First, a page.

No. of participants experiencing any adverse event7 (78%)6 (67%)15 (83%)
Headache1 (11%)3 (33%)2 (11%)
Fatigue3 (33%)1 (11%)6 (33%)
Fever001 (6%)
Oral/perioral parasthesia1 (11%)01 (6%)
Nausea/vomiting01 (11%)3 (17%)
Gaseous symptoms2 (22%)02 (11%)
Loose stools2 (22%)1 (11%)2 (11%)
Abdominal pain01 (11%)0
Rash4 (44%)5 (56%)9 (50%)
Mucosal erythema/plaque001 (6%)*
Cutaneous pruritus1 (11%)00
Respiratory infection or general malaise1 (11%)1 (11%)2 (11%)
Miscellaneous3 (33%)3 (33%)0

Discussion

Our data show a drug-drug interaction between amprenavir and delavirdine. A favourable increase in amprenavir C12h but a dramatic decrease in delavirdine C12h was seen. The coadministration of amprenavir 600 mg and delavirdine 600 mg resulted in a amprenavir C12h of 252 ng ml−1, which is comparable to the trough value of 280 ng ml−1 obtained at steady state in HIV-infected patients treated with amprenavir, 1200 mg twice a day [17]. A C12h value of 7916 ng ml−1, when delavirdine was given alone, is somewhat higher than the Cmin value of 5479 ng ml−1 from a similar study in healthy volunteers (n = 12) receiving 600 mg delavirdine twice a day [16].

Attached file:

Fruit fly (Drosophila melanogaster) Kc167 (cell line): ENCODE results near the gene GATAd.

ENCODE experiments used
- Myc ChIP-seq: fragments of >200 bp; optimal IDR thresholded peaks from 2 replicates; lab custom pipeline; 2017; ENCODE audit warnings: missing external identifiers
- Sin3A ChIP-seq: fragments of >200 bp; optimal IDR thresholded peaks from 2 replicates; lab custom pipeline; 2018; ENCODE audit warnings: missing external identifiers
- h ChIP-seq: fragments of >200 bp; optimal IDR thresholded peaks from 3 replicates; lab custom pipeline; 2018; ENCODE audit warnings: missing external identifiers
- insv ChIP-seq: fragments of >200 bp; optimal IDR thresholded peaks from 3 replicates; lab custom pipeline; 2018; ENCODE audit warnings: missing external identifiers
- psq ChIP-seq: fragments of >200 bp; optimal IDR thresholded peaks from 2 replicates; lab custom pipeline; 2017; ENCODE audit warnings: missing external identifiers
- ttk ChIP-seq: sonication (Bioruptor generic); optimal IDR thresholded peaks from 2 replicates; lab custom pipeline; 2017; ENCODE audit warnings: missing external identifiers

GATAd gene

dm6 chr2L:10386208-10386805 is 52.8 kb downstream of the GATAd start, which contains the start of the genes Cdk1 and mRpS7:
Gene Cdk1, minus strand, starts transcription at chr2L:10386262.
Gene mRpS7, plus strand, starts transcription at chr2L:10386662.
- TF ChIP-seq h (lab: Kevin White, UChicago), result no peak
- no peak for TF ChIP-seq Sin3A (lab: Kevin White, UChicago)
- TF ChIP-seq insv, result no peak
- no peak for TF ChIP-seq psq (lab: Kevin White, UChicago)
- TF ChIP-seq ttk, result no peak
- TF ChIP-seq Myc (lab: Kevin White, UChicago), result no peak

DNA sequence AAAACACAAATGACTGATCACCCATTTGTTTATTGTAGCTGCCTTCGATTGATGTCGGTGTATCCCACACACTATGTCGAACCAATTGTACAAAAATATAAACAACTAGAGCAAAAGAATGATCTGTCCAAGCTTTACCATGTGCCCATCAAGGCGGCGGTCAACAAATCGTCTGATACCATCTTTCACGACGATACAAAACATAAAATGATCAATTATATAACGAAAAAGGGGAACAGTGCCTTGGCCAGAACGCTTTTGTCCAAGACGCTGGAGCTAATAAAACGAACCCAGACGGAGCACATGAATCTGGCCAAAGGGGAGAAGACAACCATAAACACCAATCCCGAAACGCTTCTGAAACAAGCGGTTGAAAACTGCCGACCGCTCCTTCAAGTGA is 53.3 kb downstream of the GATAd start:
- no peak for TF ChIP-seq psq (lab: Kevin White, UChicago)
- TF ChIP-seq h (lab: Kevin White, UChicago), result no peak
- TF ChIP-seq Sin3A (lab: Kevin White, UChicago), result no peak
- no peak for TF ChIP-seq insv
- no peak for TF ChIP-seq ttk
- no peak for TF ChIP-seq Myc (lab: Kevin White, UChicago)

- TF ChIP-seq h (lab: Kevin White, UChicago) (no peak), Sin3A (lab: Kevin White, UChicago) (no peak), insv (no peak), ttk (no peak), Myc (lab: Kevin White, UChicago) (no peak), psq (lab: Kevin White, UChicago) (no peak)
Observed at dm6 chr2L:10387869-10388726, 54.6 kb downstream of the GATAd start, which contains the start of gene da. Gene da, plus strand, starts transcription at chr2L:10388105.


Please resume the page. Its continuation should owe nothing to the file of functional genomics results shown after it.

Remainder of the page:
The decrease in t½ for both amprenavir and delavirdine suggests that the systemic clearance of both drugs is increased because of induction of hepatic CYP3A4. A study in rats has shown that plasma concentrations of amprenavir are reduced after dosing for 14 days, and this was accompanied by an increase in hepatic CYP3A protein levels [19]. An increase in the t½ of amprenavir was expected during concomitant intake of delavirdine. However, a small but statistically significant decrease was observed (Table 2). This could be due to delavirdine lowering the volume of distribution of amprenavir more than it decreases its clearance. The increase in Cmax for amprenavir and decrease in this parameter for delavirdine could be caused by interaction in the intestine. One mechanism might be induction of intestinal CYP3A4, leading to greater first pass metabolism of delavirdine and a decrease in Cmax. Delavirdine has been shown to bind irreversibly to CYP3A, thereby serving as a CYP3A inhibitor, and this could explain the simultaneous increase in amprenavir Cmax[20]. These changes could be mediated by intestinal P-glycoprotein. The above-mentioned study with amprenavir in rats also showed induction of intestinal P-glycoprotein. It is possible that delavirdine could act as an inhibitor of P-glycoprotein, and this could also explain the increase in amprenavir Cmax. The combination of effects on t½ and Cmax suggests that amprenavir has an inducing effect on hepatic CYP3A4, which cannot be overcome by the inhibitory effect of delavirdine. In vitro data have shown that delavirdine is also an inhibitor of CYP2C9 and CYP2C19 activity, which have been reported to be involved in amprenavir metabolism, although to a lesser extent [4, 11]. Thus it is unlikely that effects on CYP2C9 or CYP2C19 would have a major influence on the pharmacokinetics of these drugs.